It's a common, and understandable, reaction: young Troy Williams faced his parents' divorce--after 12 years of marriage--with bitter resentment toward his father.
"It was a hate. It was one of the biggest crises in my life," said his father, Letroy Williams. "His fear was that once I left, I wasn't coming back."
But Williams set out to prove Troy wrong. The South-Central resident maintained good relations with his ex-wife to ensure regular visitation with his son. He kept in constant touch, introduced his son to swimming and diligently took him to swimming practice.
The unfailing support, coupled with two years of counseling sessions with his son, paid off: At the age of 8, Troy decided to live with his father.
After eight challenging years as a single parent, Williams was recently rewarded again when he and his son were chosen for one of two Salute to the Black Family Awards presented to outstanding middle-class families.
Sponsored by Coca-Cola Bottling Co., the Salute to the Black Family program was initiated eight years ago by Coca-Cola employee Lucille Boswell to counter what she said was "much publicity (about the) reputed demise of the black family." Boswell sought to recognize the many families who raise their children in a cohesive, supportive environment.
"We have to show the positive, good side of black families who contribute to America," said Boswell, who enlisted the help and support of dozens of community leaders.
Each year, one dual-parent family and one single-parent family are chosen for their community and church participation, their family values, their children's accomplishments and their ability to overcome odds. This year, a committee of educators and other community members reviewed about 400 applications from the county and interviewed a few finalists before selecting the Williams family as the single-parent winner and the nine-member Clay family of Simi Valley for the dual-parent award. Coca-Cola presented a $5,000 check to each family, while Food 4 Less Supermarkets Inc. provided $500 gift certificates to each.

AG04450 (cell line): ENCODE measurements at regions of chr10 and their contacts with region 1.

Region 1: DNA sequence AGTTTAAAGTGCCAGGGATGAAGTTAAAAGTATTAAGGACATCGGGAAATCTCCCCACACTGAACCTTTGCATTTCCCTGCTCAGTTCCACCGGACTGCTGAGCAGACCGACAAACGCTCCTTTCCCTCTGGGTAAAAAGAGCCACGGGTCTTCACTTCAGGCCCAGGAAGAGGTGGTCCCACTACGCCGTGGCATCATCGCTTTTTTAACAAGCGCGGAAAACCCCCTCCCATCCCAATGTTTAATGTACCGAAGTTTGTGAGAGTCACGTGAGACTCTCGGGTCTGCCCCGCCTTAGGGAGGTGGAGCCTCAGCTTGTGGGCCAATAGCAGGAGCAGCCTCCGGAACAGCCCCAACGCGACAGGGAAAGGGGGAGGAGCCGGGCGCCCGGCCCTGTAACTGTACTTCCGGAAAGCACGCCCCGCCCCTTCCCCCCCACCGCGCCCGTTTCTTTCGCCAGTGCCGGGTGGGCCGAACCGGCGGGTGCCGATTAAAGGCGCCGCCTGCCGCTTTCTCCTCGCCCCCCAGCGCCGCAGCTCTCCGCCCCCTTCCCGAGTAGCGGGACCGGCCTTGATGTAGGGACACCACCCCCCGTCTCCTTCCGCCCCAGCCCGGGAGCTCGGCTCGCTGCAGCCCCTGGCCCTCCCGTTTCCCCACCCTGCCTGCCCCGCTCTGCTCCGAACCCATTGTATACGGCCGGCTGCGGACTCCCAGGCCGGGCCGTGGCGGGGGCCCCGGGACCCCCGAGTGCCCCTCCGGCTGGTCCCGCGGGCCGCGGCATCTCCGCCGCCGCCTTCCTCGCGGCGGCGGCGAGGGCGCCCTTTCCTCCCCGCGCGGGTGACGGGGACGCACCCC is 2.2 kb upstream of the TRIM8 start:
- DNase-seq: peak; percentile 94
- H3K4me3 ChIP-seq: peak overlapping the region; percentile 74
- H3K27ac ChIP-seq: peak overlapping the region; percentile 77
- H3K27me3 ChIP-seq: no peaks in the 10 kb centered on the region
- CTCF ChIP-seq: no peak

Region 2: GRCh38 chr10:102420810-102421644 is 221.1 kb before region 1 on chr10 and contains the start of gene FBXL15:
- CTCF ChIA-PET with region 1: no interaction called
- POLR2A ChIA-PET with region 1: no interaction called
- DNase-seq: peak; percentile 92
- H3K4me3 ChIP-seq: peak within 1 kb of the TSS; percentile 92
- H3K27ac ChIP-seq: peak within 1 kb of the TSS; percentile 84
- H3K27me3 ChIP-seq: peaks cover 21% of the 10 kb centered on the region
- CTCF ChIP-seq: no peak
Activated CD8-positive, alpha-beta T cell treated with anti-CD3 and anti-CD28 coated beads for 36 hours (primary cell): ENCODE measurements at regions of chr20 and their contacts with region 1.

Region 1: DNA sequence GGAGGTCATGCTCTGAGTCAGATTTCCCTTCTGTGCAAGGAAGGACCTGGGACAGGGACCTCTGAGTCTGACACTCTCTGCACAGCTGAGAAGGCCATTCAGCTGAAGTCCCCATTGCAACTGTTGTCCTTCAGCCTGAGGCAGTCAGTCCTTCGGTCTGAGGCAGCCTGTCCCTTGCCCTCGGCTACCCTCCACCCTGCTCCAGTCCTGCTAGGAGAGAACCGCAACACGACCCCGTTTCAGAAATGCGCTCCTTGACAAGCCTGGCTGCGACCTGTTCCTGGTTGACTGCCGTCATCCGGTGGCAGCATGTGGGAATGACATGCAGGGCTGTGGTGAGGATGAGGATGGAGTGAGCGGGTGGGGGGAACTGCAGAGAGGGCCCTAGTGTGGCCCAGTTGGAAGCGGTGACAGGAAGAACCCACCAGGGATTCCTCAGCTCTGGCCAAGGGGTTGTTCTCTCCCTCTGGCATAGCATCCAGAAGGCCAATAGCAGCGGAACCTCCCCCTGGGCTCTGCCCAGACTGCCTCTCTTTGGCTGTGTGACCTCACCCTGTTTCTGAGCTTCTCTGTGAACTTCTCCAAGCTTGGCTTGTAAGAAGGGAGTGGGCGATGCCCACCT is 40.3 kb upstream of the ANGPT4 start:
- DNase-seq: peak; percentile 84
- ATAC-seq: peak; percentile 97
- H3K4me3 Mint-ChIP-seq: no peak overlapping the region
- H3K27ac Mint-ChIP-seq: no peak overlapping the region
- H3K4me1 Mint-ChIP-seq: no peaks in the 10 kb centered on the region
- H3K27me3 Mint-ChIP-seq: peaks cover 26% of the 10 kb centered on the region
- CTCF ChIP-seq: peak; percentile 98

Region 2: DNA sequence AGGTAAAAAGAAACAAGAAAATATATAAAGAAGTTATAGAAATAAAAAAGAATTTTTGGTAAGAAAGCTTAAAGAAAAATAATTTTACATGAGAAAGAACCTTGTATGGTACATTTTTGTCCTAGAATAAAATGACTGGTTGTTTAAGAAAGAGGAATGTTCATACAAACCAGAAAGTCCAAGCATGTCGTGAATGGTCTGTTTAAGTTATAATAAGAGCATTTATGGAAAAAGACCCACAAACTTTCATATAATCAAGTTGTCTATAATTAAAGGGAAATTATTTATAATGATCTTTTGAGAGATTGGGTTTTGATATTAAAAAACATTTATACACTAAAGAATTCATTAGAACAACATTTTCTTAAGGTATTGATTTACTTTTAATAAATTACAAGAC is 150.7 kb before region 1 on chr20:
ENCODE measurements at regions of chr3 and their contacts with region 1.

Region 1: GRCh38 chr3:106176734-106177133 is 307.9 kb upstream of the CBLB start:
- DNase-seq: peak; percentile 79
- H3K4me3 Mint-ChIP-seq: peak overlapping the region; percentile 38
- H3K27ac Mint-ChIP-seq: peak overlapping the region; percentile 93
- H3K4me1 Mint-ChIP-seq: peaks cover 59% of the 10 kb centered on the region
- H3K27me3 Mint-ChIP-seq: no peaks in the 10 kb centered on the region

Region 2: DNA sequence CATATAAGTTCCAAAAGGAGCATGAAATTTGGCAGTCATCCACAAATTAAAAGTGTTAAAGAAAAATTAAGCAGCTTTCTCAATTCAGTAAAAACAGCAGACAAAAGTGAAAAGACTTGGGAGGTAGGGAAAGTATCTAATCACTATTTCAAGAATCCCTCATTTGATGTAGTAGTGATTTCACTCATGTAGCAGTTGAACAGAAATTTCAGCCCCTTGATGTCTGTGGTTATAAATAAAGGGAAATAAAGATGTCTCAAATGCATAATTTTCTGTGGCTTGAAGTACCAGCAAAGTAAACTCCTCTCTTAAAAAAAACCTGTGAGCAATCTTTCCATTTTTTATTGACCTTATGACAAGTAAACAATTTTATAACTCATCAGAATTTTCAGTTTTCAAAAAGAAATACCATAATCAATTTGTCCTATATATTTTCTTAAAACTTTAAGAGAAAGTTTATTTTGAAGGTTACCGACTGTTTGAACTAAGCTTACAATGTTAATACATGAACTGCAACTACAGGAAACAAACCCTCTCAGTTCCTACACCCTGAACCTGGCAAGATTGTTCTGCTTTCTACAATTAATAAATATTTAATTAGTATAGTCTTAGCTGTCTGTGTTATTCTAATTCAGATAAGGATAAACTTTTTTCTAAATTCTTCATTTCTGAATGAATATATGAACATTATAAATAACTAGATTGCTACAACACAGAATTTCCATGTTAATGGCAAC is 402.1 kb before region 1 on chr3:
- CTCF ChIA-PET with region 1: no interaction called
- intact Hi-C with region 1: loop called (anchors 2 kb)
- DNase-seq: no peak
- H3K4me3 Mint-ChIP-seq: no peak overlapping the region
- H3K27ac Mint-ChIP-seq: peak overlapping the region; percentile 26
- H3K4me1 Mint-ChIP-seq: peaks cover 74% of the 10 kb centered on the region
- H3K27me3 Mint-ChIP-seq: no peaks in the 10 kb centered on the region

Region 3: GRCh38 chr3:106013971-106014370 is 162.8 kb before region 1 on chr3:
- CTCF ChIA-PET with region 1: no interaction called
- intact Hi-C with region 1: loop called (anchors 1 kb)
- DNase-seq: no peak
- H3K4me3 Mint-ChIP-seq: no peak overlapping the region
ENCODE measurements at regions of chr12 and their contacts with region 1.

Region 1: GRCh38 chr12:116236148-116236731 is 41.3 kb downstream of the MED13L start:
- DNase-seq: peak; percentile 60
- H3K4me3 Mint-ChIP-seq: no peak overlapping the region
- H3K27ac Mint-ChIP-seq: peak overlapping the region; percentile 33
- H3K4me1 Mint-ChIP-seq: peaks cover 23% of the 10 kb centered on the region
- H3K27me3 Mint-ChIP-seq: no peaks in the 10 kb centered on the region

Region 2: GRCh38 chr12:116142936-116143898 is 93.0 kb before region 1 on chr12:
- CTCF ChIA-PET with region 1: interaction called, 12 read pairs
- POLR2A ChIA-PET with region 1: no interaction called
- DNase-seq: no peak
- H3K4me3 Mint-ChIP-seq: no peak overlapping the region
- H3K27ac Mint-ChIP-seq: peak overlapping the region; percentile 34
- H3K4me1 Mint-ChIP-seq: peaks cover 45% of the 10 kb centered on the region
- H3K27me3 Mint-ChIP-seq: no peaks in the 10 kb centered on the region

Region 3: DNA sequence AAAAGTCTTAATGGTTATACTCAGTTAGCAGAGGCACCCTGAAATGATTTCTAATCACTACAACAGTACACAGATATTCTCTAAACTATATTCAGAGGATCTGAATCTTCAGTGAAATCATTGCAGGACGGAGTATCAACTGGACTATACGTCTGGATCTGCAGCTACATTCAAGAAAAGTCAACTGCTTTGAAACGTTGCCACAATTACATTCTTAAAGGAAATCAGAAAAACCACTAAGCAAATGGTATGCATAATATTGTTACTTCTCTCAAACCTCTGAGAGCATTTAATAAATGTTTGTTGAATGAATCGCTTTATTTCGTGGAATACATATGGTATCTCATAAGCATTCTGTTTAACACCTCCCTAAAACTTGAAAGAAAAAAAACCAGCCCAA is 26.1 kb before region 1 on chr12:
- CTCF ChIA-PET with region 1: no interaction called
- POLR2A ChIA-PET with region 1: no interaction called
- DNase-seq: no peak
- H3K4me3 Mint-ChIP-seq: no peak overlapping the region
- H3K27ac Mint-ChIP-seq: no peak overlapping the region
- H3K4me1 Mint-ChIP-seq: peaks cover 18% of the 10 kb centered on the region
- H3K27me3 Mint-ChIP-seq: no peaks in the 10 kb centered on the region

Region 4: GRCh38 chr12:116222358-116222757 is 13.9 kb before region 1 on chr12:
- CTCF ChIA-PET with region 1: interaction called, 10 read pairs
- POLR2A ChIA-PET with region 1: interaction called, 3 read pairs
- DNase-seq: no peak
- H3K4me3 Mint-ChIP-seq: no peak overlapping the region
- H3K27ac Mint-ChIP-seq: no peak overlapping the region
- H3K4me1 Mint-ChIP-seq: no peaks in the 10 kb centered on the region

About 200 community members filled a ballroom at the Sheraton Grande in Downtown to honor the two families last month.
After conquering the initial challenge of regaining his son's love and trust, Williams faced the ongoing task of raising a son in the inner city. "Trying to find a way to keep him out of street activity . . . gangs . . . is a hit-and-miss kind of thing," said Williams, a 55-year-old retired Social Security Administration worker and former national swimmer. "My way was to get him into swimming."
Williams steered his son toward other activities, too, driving him regularly to an ice-skating rink in Culver City and to the YMCA several miles from their 76th Street home. Troy, now 16, has become an avid ice skater and plays football for Fremont High.
Williams said he also makes time for regular heart-to-heart talks with his son: "He's allowed to say anything that he wants. Parents don't know it all; listen to the child . . . have an open mind. You'll find out they're not as wild and crazy as you think they are."
Troy said he appreciates his father's trust and his even-handed disciplinary tactics: "He's fair. He gives me punishment, but he never hits me or anything like that. He just grounds me . . . and he lets me talk when I need to talk."
Williams remains fearfully cognizant of the many outside influences that threaten to destroy his best efforts:
"We have patrol cars going through here all day, and every time I hear gunfire, I quiver if he's not home. There are challenges every day. All you can do is pray."